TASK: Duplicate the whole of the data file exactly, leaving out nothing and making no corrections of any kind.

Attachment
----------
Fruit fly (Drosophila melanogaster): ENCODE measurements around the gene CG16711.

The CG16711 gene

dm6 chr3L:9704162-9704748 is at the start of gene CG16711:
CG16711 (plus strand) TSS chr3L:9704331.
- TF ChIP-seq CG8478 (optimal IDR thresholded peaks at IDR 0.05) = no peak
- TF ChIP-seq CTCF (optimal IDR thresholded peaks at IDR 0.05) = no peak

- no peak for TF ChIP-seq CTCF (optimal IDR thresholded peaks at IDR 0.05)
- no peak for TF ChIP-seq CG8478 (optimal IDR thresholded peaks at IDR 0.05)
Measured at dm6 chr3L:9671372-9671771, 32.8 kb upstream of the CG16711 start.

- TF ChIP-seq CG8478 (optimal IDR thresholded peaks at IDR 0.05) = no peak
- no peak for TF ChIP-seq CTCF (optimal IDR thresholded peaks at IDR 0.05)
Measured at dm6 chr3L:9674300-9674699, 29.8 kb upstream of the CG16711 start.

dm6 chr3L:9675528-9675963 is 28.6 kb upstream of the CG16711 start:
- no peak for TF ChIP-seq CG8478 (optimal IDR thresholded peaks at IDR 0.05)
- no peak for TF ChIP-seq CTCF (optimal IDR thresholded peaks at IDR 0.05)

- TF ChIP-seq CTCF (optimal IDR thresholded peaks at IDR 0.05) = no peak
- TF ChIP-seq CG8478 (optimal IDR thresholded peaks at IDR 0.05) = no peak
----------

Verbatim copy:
Fruit fly (Drosophila melanogaster): ENCODE measurements around the gene CG16711.

The CG16711 gene

dm6 chr3L:9704162-9704748 is at the start of gene CG16711:
CG16711 (plus strand) TSS chr3L:9704331.
- TF ChIP-seq CG8478 (optimal IDR thresholded peaks at IDR 0.05) = no peak
- TF ChIP-seq CTCF (optimal IDR thresholded peaks at IDR 0.05) = no peak

- no peak for TF ChIP-seq CTCF (optimal IDR thresholded peaks at IDR 0.05)
- no peak for TF ChIP-seq CG8478 (optimal IDR thresholded peaks at IDR 0.05)
Measured at dm6 chr3L:9671372-9671771, 32.8 kb upstream of the CG16711 start.

- TF ChIP-seq CG8478 (optimal IDR thresholded peaks at IDR 0.05) = no peak
- no peak for TF ChIP-seq CTCF (optimal IDR thresholded peaks at IDR 0.05)
Measured at dm6 chr3L:9674300-9674699, 29.8 kb upstream of the CG16711 start.

dm6 chr3L:9675528-9675963 is 28.6 kb upstream of the CG16711 start:
- no peak for TF ChIP-seq CG8478 (optimal IDR thresholded peaks at IDR 0.05)
- no peak for TF ChIP-seq CTCF (optimal IDR thresholded peaks at IDR 0.05)

- TF ChIP-seq CTCF (optimal IDR thresholded peaks at IDR 0.05) = no peak
- TF ChIP-seq CG8478 (optimal IDR thresholded peaks at IDR 0.05) = no peak